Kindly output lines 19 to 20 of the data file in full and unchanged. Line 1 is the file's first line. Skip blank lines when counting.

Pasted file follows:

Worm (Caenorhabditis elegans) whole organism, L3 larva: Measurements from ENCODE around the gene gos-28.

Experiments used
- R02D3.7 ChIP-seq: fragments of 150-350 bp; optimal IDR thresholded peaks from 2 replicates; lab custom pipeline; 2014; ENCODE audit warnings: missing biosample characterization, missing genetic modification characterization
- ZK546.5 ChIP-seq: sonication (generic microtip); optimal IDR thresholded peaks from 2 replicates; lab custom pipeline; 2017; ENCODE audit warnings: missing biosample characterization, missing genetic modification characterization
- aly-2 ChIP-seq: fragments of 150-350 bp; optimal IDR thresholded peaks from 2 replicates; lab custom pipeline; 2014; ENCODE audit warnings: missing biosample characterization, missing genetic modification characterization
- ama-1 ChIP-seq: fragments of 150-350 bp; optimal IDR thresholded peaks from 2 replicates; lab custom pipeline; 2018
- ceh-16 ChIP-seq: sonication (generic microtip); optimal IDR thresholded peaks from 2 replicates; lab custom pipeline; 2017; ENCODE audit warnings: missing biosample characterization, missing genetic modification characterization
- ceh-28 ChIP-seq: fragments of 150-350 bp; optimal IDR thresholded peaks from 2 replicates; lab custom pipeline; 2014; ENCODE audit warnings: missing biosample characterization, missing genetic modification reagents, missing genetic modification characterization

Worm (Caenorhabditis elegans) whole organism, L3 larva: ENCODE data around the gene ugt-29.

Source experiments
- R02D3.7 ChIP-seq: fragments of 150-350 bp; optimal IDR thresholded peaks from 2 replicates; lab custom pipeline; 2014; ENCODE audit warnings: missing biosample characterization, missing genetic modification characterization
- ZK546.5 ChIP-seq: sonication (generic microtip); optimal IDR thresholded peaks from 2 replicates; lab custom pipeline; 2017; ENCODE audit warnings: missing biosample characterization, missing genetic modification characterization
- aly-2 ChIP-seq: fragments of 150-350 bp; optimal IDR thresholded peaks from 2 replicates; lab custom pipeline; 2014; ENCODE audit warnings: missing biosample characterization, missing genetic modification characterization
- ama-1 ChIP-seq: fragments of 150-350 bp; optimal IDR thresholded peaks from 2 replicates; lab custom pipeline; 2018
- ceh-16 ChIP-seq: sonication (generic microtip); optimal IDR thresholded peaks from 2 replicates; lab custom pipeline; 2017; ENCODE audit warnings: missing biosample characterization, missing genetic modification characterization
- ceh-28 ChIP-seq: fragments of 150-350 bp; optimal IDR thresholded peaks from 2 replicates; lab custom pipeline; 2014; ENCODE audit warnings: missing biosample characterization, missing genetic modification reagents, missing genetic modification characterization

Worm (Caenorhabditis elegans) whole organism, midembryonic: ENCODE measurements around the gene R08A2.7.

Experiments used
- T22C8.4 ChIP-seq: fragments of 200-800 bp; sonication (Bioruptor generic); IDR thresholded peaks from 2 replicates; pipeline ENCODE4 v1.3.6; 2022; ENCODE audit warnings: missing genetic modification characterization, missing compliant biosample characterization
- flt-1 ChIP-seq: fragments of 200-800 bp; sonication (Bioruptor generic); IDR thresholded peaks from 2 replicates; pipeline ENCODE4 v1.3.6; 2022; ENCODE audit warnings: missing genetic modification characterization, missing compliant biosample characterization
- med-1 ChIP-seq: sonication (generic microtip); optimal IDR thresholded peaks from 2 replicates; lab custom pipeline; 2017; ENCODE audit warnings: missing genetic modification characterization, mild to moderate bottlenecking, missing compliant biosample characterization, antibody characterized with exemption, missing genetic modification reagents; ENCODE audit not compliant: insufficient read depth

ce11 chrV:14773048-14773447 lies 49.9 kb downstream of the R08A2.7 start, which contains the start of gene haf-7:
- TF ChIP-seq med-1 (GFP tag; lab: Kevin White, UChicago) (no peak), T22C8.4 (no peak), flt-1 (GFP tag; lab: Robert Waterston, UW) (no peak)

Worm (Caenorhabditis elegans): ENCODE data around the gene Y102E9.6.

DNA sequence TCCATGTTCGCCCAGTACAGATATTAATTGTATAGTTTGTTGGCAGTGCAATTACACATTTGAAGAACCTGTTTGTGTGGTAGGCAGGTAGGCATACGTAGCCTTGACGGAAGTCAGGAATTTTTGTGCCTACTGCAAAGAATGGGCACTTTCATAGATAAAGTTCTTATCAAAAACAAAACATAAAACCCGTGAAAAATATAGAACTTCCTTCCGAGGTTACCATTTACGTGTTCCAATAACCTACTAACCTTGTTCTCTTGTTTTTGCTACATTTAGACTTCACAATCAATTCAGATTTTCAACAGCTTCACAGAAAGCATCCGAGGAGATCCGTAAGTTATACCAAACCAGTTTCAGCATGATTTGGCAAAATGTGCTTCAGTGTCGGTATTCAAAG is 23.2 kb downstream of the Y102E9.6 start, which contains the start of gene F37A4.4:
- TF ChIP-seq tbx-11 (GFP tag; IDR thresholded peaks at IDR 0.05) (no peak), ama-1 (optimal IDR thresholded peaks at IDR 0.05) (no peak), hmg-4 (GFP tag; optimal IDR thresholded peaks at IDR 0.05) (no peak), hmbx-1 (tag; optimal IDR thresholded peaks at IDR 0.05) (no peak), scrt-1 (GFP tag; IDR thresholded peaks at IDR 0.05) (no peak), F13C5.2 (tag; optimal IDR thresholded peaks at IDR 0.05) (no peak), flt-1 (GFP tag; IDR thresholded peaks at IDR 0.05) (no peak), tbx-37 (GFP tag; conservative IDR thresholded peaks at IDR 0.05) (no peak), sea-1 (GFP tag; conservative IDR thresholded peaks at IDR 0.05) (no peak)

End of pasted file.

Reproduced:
- T22C8.4 ChIP-seq: fragments of 200-800 bp; sonication (Bioruptor generic); IDR thresholded peaks from 2 replicates; pipeline ENCODE4 v1.3.6; 2022; ENCODE audit warnings: missing genetic modification characterization, missing compliant biosample characterization
- flt-1 ChIP-seq: fragments of 200-800 bp; sonication (Bioruptor generic); IDR thresholded peaks from 2 replicates; pipeline ENCODE4 v1.3.6; 2022; ENCODE audit warnings: missing genetic modification characterization, missing compliant biosample characterization